I am now solidly in only one sexual relationships.Others have shifted from lovers to friends, some new ones are beginning, and everything is once again fluid and uncertain. Creativity lives in the unknown.
Part 1 of this talked about jealousy. I have found it to be entirely true that if I am solidly in myself, if I know that I am enough, that I am not broken, that I am desirable, then there simply isn’t jealousy. Something shifted in my understanding awhile back, and my jealousy vanished. Gone. It was a somatic shift, something old released, the trauma that had been creating (admittedly decreasing) feelings of not-enough is completed, and I am now myself. I think I understand how this happened, and if you desire this in your life, let’s talk about coaching: message me here
Then, jealousy came back when one of my partners went on their first ‘first date’ in two years, at the same time as I was struggling with defining what on of the de-escalated lovers-to-friends relationships would look like. Labor Day weekend was a really difficult time. Since then I have gotten to a newer place of understanding that jealousy is not gone, but knowing I can manage it. I think this is a more real and healthy place to be.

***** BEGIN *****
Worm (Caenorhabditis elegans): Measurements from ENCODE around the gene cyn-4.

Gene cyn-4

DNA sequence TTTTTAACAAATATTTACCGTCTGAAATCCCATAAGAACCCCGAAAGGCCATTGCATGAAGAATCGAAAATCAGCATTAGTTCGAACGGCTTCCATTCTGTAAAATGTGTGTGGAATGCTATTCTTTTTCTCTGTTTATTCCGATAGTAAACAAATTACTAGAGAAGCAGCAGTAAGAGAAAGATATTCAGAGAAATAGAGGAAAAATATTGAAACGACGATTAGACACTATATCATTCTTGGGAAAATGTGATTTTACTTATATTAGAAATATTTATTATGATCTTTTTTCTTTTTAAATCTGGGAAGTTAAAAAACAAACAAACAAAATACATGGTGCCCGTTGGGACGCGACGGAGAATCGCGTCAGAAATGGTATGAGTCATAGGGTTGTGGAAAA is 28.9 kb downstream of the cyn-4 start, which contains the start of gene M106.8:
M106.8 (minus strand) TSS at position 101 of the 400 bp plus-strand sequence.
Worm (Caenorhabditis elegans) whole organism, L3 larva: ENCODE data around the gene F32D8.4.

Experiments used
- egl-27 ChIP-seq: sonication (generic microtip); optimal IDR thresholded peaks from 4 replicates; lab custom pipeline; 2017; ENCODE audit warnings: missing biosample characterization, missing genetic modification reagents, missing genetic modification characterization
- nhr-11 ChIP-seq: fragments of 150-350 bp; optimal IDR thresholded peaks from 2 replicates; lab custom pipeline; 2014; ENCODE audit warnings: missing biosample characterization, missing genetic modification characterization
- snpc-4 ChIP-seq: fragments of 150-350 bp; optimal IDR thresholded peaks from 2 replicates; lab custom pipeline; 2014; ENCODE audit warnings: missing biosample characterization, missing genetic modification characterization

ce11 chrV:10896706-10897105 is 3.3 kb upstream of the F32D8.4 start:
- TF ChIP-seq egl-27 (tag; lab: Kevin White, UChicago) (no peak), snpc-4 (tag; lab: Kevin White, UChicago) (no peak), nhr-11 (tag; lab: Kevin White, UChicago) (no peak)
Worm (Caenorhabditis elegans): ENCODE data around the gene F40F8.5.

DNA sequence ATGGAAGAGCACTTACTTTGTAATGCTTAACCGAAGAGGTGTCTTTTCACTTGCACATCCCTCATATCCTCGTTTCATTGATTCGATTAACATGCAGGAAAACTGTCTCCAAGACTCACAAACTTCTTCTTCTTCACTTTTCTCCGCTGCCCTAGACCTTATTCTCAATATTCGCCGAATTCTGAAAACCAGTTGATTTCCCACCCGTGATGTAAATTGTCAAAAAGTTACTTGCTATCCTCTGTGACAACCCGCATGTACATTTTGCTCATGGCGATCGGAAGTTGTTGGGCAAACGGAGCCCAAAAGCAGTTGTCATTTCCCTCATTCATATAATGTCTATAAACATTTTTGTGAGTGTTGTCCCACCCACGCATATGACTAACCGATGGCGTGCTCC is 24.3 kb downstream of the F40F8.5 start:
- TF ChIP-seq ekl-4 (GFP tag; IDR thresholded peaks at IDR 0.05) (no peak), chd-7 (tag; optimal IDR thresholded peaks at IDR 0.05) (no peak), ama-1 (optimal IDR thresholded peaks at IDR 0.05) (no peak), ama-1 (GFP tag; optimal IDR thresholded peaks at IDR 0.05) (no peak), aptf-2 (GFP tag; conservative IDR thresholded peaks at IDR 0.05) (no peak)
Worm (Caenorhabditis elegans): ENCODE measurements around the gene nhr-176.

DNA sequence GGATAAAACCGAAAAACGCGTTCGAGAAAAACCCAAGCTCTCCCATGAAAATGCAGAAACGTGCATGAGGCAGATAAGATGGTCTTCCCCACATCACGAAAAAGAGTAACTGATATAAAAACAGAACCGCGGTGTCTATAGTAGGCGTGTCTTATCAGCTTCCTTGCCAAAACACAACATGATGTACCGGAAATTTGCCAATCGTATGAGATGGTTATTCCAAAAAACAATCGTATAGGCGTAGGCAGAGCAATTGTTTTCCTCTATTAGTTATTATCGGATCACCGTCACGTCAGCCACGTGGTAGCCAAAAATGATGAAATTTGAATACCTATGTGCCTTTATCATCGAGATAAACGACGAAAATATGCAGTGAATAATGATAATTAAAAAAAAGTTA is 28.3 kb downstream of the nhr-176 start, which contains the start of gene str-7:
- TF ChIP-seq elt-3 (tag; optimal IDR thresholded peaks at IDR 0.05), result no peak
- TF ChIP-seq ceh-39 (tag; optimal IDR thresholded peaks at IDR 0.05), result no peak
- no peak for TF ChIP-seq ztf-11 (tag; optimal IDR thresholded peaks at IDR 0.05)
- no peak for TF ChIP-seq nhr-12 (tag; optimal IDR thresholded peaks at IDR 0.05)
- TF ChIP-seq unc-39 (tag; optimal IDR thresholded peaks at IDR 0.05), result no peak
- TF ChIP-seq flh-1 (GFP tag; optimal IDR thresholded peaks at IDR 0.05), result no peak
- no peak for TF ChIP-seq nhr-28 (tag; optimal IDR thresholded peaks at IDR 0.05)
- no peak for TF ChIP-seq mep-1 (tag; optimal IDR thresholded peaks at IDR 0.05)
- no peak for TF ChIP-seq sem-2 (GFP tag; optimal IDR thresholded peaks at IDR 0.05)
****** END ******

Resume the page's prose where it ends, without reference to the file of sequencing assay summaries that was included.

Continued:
I am pretty convinced that, like any relationship, being polyamorous is a crucible for refining your own self. The level of honesty, open communication, self-awareness, and self-work required to successfully navigate multiple loves is a high bar, and if it is true (as Somatic Experiencing Therapy posits) that since we are wounded in relationship, our healing comes in relationship, then in this case personal evolution proceeds at a 3-5x faster pace..sometimes, it’s whew, and other times, the depth of connection and love I have leaves me on the floor in gratitude.
Polyamory is still a difficult expression for many people. Our culture has valued monogamy for many reasons for millennia. Whether this is the ‘natural’ state for human primates, whether this is actually the long-term state for our species, I will leave to those qualified to research and argue this. I know many non-monogamous people who are happy and well-adjusted, and some who are not, just as there are monogamous people fitting both descriptions. There are plenty of polyamorous people (as I observe in the many online spaces where dialogues about polyamory and relationship issues can be discussed openly and safely) who are not particularly self-evolved, do not have good boundaries, and are not doing their personal work. I also observe, and have for my whole life, beginning with my parents, that many monogamous people are also un-self-aware and in difficult and painful relationships. Polyamory is not a cure-all, and, in fact, I think will probably highlight our own issues and weaknesses even more than monogamy would. So, enter multiple relationships at your own risk, but all I have had is joy…